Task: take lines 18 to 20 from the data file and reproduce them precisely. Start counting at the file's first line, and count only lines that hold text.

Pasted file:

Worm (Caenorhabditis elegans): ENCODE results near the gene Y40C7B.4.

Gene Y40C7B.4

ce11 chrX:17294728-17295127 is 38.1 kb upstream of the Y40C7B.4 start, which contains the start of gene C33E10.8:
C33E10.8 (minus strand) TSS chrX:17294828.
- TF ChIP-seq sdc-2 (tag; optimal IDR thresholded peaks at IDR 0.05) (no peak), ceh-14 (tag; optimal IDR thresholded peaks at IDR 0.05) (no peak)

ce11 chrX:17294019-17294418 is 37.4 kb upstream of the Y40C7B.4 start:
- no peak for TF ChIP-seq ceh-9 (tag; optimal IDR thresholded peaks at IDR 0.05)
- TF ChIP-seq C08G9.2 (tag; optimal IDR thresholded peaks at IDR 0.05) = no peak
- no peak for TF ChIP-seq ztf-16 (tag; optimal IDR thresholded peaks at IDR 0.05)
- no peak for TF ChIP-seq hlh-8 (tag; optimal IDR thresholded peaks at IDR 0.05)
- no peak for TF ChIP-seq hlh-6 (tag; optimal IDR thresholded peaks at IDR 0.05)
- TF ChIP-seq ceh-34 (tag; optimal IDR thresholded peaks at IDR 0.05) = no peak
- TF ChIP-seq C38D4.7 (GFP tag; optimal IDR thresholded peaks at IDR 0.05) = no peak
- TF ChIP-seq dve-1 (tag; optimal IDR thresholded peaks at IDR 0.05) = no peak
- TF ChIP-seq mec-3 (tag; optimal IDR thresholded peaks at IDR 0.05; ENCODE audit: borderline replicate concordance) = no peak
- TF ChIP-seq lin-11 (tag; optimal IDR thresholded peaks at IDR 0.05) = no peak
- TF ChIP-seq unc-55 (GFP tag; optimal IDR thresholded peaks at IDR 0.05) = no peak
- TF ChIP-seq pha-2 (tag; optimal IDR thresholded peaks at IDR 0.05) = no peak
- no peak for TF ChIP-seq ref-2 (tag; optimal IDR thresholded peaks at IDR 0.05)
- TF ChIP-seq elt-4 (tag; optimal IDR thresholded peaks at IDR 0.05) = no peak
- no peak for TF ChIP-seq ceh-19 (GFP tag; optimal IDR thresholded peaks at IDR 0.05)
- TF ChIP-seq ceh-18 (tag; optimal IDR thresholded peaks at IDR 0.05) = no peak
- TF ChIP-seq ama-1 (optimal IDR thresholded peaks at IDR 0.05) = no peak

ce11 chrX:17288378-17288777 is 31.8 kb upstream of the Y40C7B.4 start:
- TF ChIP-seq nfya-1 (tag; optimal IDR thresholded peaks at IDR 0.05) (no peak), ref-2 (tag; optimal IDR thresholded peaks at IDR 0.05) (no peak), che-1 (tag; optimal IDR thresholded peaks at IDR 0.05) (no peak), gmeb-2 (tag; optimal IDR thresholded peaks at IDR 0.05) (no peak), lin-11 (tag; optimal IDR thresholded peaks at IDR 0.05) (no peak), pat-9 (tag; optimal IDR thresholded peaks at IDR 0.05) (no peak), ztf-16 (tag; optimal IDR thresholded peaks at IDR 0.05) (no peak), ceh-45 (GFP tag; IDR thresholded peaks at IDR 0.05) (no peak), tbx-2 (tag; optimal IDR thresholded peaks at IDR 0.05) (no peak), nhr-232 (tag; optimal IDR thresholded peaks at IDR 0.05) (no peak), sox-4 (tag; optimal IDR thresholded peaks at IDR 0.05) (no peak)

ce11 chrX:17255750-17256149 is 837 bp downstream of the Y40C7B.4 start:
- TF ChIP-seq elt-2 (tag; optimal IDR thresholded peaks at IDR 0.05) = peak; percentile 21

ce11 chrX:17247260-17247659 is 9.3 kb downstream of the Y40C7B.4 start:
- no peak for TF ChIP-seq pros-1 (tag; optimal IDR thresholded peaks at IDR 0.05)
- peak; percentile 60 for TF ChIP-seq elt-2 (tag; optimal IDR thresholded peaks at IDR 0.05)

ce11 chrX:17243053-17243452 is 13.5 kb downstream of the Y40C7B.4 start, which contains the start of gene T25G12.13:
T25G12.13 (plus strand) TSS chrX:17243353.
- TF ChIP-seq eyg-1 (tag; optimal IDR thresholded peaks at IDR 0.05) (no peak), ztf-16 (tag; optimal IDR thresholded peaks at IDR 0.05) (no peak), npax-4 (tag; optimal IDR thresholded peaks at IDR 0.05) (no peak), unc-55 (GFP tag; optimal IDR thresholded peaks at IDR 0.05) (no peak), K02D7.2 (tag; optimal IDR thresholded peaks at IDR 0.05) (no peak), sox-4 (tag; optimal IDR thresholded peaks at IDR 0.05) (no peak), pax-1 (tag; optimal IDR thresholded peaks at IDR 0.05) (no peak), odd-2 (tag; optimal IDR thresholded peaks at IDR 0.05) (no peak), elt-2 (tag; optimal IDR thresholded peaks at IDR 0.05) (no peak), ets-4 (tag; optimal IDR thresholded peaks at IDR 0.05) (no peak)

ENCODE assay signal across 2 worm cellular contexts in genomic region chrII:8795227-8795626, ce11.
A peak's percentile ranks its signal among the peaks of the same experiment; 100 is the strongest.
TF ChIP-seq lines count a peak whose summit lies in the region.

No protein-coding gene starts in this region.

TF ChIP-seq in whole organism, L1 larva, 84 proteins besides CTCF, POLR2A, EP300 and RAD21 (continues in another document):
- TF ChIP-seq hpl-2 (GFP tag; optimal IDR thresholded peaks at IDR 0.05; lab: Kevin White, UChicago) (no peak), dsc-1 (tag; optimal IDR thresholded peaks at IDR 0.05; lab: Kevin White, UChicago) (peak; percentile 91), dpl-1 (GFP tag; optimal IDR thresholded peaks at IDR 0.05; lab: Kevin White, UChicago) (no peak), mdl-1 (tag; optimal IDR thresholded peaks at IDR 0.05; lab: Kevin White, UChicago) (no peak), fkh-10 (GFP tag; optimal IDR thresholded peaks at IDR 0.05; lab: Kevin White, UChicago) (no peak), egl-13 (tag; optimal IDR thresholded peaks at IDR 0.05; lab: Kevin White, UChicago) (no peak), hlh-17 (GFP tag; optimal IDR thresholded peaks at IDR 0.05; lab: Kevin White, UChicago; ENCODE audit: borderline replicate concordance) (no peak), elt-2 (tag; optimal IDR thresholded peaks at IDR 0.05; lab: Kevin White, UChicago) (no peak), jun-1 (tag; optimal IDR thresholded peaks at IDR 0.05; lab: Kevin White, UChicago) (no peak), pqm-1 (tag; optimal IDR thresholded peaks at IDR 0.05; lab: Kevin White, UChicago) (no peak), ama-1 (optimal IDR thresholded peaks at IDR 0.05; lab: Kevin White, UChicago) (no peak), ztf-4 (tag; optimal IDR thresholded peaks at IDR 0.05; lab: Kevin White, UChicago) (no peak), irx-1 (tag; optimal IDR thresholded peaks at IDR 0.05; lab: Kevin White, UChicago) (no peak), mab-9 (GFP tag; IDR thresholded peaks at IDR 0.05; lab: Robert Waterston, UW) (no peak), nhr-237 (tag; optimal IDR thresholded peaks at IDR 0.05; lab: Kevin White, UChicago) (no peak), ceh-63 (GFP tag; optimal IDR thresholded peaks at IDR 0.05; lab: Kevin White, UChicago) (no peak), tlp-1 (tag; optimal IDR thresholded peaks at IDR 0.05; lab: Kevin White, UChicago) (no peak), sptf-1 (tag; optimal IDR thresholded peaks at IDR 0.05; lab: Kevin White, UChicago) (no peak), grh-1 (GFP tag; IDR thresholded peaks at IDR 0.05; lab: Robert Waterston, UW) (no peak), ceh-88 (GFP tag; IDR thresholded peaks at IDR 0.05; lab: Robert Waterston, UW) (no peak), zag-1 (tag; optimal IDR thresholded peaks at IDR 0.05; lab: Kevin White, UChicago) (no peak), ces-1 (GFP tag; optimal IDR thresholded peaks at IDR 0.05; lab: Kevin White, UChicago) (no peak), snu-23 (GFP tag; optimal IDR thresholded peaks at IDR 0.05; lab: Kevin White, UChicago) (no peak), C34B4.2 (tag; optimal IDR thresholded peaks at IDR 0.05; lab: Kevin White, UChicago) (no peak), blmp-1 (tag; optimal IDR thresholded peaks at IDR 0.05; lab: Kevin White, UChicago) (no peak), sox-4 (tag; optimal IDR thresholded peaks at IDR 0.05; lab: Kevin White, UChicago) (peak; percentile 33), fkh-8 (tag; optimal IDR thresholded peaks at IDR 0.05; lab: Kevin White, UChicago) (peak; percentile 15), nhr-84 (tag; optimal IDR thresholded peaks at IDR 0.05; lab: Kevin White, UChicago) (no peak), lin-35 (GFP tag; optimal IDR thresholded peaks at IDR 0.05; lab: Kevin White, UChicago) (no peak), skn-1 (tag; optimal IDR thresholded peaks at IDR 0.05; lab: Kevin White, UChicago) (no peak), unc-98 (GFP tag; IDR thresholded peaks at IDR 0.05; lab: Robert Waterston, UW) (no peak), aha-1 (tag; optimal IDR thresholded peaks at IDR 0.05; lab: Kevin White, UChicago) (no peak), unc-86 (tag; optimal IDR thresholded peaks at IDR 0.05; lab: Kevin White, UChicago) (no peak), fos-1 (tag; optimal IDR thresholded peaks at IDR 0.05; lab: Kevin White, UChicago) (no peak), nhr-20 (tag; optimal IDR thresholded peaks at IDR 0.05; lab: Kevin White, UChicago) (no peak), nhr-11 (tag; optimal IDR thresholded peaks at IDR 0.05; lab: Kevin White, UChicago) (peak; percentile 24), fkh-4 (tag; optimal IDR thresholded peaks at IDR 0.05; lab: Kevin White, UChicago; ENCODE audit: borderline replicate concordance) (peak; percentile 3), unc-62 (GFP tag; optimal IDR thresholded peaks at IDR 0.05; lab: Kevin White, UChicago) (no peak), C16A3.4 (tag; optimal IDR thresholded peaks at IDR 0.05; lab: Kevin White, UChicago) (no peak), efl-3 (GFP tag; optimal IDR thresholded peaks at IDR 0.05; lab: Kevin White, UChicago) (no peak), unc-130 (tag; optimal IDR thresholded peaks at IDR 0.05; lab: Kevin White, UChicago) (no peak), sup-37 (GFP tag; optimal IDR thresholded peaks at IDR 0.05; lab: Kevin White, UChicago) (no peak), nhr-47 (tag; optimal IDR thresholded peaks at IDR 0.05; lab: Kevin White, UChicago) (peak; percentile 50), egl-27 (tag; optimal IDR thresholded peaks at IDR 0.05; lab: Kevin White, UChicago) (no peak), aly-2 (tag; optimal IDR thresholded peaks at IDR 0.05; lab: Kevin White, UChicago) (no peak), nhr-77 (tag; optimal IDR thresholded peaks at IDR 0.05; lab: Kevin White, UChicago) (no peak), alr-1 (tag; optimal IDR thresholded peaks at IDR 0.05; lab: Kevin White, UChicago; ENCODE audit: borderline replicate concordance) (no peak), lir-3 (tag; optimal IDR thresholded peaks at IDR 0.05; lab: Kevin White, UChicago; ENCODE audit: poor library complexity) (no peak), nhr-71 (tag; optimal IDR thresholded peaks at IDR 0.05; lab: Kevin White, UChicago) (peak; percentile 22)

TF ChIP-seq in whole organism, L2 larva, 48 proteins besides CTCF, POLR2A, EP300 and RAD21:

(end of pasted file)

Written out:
- TF ChIP-seq pha-2 (tag; optimal IDR thresholded peaks at IDR 0.05) = no peak
- no peak for TF ChIP-seq ref-2 (tag; optimal IDR thresholded peaks at IDR 0.05)
- TF ChIP-seq elt-4 (tag; optimal IDR thresholded peaks at IDR 0.05) = no peak